Just my .02 worth.

post #88 of 108
Can we go back to the normal discussion about the golf channel which seems to center around who has the nicest tits? Isn't that what's important here?
post #89 of 108
Quote:
Originally Posted by imsys0042 View Post

Can we go back to the normal discussion about the golf channel which seems to center around who has the nicest tits? Isn't that what's important here?


From what I've seen so far on GC, there's not much to discuss about in that regard either.  As for the proposed relaxed rules, I guess it is kind of odd to suggest a set of rules to obey if you don't want to play by THE RULES. 

 

As a newbie, who is just learning how to hit the ball straight, the official PGA rules are pretty irrelevant.  The relaxed rules make sense for the non-pro/tournament/league player (like me) who is just out to have FUN on the golf course.  Worrying about overly complex rules of golf when just playing a round of recreational golf really makes no sense to me and just adds to the frustration of the game.

 

I'm still learning and haven't set foot on a fairway yet but, when I do (which I hope will be soon), I don't even plan to keep score.  Why bother?  I will know if I'm hitting the ball well and will know how many strokes I've played on each hole, which will probably be a lot of strokes when I first start.  Why put pencil to paper to document how poorly I play the game?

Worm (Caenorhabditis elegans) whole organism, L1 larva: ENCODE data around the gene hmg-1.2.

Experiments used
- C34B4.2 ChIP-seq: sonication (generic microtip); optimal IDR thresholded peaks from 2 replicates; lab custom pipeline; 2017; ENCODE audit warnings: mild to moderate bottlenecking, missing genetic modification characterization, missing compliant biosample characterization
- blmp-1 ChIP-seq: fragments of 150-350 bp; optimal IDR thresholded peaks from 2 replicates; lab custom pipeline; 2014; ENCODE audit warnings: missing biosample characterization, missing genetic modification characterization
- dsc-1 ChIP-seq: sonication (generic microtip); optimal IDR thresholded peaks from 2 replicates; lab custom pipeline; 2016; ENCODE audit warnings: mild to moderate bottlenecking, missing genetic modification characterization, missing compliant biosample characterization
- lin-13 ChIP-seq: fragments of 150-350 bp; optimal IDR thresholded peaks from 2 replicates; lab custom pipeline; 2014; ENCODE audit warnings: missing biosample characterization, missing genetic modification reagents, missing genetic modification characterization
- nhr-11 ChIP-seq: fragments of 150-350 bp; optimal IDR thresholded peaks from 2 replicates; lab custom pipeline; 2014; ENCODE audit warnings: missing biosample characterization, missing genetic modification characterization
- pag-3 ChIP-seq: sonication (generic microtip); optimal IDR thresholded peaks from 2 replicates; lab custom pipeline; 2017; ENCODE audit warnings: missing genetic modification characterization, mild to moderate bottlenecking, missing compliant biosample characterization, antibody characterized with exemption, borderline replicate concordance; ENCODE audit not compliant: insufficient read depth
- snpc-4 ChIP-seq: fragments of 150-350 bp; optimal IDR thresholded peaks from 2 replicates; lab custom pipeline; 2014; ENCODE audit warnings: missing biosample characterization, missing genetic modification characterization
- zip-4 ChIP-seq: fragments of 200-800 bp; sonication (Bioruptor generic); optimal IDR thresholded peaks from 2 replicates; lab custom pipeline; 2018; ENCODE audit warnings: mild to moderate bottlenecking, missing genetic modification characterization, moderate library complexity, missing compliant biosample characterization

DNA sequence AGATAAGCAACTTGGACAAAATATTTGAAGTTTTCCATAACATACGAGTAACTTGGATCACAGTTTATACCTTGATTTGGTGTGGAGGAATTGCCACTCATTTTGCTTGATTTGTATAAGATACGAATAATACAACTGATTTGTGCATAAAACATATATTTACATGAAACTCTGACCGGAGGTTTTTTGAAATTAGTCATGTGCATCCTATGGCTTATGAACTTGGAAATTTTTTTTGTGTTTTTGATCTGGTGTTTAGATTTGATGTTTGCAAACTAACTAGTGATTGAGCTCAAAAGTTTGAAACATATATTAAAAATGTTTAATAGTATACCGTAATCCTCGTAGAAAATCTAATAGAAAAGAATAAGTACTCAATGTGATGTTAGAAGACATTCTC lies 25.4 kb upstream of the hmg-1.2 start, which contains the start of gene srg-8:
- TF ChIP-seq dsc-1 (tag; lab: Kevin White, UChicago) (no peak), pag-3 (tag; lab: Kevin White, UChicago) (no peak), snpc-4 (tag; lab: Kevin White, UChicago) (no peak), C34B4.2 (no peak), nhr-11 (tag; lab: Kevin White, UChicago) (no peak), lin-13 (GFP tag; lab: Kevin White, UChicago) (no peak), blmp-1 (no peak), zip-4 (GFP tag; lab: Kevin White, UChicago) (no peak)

After I improve, which I expect will happen over time, I may start to keep score just to see how I measure up BUT I'll probably only abide by some form of the relaxed rules that are acceptable to me in order to keep the game FUN and enjoyable.

 

What others think really doesn't matter to me and whatever my handicap might be is entirely irrelevant, because I never plan to play competitive golf or gamble w/anyone that I am grouped with.  So, I never plan to pay any attention to the official rules, let alone the relaxed ones.

 

Move a ball if it's in a lousy lie, play another ball if I can't find mine, tee up the ball in the fairway if it will help me to hit it better?  All good to me, as long as I'm having fun playing the game and whatever my "score" is really doesn't matter.

post #90 of 108

Relaxed rules of golf...

 

What about playing ready golf? RG dispenses with a lot of time-wasting ceremony. Is ready golf breaking the rules?